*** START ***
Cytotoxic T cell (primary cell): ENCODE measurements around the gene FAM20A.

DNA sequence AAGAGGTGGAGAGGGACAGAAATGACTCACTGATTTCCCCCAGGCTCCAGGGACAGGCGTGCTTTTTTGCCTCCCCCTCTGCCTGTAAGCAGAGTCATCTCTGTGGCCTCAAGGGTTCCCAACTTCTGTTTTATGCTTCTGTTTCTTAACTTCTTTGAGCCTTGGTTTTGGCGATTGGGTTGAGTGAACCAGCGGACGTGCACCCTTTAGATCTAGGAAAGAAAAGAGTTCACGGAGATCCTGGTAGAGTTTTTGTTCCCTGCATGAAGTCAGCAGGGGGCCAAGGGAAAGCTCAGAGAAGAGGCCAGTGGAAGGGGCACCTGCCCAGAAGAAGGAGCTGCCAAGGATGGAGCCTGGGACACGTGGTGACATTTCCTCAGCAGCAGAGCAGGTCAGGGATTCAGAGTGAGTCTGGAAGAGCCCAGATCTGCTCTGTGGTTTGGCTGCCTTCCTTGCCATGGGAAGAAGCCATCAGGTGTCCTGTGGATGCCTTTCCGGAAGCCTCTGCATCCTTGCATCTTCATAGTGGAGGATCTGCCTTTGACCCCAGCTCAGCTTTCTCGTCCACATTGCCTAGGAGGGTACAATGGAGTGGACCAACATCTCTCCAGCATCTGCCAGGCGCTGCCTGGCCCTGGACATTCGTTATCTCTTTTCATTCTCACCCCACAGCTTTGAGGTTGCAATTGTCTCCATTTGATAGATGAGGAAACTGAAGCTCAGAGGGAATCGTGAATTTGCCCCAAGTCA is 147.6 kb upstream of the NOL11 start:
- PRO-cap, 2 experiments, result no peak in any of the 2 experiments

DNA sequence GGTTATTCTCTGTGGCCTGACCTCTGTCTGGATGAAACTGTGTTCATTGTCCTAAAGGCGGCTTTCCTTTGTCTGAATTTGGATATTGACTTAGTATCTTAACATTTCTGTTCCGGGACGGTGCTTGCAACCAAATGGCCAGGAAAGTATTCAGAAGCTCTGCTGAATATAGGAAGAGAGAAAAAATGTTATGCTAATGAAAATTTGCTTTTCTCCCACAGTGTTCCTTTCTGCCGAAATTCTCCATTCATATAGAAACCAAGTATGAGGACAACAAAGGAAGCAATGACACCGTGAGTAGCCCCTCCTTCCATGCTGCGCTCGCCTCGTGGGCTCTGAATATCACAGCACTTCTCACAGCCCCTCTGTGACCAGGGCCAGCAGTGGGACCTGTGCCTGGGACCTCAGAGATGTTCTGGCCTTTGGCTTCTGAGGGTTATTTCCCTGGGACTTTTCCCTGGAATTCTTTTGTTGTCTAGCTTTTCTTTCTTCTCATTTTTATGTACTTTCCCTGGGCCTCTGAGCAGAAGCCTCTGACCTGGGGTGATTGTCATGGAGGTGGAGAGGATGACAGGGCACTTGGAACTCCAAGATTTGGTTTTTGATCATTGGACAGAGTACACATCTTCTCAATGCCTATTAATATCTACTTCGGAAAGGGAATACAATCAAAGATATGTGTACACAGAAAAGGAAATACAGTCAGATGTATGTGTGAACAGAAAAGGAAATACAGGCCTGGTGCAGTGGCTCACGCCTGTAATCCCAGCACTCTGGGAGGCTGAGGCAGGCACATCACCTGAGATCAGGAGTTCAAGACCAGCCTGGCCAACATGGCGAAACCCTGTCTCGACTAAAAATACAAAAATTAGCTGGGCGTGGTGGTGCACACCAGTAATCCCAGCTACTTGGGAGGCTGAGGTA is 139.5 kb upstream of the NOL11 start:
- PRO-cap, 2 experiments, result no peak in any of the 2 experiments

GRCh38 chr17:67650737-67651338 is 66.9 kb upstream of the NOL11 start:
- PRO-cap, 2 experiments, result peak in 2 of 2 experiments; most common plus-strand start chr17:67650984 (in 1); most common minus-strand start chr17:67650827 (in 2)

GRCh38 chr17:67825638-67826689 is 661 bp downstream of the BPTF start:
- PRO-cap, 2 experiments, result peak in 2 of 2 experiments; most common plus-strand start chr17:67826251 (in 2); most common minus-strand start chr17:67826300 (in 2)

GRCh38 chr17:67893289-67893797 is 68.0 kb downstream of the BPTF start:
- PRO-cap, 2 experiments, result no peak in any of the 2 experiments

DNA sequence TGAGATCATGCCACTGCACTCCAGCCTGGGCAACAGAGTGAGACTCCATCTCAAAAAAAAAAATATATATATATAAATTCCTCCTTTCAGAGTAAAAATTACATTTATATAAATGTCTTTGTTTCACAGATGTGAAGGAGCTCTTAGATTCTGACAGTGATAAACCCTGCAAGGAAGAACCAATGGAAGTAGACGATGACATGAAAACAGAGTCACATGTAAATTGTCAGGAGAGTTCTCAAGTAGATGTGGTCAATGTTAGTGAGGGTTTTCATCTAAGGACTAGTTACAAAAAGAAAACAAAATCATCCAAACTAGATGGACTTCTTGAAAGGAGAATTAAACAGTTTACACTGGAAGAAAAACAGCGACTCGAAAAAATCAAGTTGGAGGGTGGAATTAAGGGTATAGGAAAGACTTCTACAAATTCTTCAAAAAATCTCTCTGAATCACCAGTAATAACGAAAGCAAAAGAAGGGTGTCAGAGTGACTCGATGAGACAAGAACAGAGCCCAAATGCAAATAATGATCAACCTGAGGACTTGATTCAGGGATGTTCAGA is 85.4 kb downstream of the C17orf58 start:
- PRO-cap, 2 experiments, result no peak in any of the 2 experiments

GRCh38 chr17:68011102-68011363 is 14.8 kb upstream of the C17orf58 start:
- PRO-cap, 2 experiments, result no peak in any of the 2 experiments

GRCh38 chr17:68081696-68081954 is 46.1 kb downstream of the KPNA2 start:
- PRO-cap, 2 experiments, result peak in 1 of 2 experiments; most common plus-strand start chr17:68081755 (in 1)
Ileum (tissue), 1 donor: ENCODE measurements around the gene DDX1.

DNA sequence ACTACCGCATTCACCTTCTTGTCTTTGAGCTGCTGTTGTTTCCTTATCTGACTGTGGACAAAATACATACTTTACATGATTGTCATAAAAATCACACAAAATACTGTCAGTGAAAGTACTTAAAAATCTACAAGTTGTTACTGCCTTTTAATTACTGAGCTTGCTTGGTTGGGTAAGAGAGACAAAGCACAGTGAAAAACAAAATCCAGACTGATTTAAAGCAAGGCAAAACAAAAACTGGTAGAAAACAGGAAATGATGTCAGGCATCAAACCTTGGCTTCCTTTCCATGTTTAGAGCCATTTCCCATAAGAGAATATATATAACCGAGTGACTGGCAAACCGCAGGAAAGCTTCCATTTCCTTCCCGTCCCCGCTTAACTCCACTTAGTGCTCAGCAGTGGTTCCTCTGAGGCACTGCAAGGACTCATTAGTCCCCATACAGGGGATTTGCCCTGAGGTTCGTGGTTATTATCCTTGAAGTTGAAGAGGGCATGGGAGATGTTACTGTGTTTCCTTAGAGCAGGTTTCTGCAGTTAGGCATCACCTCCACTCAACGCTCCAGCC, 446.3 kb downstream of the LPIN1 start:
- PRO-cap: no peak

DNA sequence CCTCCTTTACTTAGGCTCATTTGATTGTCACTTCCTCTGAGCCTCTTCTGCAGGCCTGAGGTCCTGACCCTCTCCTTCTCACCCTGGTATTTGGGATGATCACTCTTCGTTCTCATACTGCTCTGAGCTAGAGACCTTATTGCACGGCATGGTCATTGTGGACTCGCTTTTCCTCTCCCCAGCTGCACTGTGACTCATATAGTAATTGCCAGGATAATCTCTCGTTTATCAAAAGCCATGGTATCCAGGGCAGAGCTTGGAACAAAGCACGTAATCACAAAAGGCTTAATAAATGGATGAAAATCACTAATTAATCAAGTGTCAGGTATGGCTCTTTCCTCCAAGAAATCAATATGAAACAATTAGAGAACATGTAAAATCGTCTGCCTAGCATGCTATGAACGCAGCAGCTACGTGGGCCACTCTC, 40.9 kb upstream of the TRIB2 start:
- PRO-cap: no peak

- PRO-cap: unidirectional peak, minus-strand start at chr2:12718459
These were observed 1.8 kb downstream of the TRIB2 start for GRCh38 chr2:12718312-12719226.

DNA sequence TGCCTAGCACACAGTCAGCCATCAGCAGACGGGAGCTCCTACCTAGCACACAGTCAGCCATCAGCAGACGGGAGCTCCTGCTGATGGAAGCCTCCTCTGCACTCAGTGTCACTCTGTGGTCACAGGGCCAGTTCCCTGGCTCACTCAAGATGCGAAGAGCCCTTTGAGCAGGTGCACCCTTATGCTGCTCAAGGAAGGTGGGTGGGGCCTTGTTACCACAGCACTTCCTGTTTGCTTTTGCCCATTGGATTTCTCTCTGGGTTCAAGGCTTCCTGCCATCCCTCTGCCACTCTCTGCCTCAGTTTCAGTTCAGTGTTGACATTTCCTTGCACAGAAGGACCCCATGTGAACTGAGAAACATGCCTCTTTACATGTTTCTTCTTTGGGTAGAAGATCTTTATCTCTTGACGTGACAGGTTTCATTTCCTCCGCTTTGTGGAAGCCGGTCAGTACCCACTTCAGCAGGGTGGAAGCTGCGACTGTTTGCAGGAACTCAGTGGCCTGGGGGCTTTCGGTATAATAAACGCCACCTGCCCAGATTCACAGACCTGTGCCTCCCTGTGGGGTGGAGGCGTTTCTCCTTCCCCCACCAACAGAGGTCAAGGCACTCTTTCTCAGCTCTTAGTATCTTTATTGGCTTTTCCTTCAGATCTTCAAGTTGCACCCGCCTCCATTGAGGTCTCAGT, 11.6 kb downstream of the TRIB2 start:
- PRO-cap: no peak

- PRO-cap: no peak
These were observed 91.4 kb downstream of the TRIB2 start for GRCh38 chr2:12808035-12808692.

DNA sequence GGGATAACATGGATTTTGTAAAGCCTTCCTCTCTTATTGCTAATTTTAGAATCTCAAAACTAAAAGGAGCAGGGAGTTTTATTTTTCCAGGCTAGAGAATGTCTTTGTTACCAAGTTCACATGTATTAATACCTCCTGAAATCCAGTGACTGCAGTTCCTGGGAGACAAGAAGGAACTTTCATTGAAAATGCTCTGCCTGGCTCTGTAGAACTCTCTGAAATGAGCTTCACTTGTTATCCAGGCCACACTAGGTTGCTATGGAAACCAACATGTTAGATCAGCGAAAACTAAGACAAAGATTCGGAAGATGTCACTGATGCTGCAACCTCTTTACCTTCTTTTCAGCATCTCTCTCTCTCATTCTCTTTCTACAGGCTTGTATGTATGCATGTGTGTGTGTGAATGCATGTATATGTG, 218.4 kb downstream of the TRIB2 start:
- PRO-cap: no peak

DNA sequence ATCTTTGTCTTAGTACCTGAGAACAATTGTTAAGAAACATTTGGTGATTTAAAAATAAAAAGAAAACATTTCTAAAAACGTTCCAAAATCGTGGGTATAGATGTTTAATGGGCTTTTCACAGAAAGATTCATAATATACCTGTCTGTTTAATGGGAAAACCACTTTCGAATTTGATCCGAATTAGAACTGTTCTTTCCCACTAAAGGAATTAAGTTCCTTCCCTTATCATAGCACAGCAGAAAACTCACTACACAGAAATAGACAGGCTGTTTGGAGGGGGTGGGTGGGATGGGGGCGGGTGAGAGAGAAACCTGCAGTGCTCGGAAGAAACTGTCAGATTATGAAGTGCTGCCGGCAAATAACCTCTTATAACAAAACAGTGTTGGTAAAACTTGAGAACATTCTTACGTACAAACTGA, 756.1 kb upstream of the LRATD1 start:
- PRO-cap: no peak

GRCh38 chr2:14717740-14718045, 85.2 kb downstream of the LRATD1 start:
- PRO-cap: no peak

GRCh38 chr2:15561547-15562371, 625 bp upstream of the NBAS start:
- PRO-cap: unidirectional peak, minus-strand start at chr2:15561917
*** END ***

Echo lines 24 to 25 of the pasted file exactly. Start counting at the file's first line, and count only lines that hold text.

These were observed 1.8 kb downstream of the TRIB2 start for GRCh38 chr2:12718312-12719226.

DNA sequence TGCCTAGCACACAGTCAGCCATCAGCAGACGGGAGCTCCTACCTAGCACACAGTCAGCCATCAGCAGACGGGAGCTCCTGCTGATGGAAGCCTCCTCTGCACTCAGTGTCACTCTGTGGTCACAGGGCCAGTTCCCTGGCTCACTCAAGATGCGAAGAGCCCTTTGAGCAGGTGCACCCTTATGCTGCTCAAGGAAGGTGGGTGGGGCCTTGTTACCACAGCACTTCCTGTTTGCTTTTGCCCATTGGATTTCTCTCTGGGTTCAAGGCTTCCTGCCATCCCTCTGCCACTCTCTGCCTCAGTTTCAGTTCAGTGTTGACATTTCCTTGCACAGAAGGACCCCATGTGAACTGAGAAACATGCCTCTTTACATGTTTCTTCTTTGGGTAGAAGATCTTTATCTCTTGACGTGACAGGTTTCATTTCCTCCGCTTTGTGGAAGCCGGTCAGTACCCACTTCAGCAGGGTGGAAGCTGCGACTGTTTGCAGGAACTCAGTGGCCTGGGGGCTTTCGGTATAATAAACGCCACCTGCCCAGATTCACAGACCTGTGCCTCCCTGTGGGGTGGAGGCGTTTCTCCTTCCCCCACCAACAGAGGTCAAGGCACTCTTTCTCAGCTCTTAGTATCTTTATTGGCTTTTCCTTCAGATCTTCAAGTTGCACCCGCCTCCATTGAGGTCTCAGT, 11.6 kb downstream of the TRIB2 start: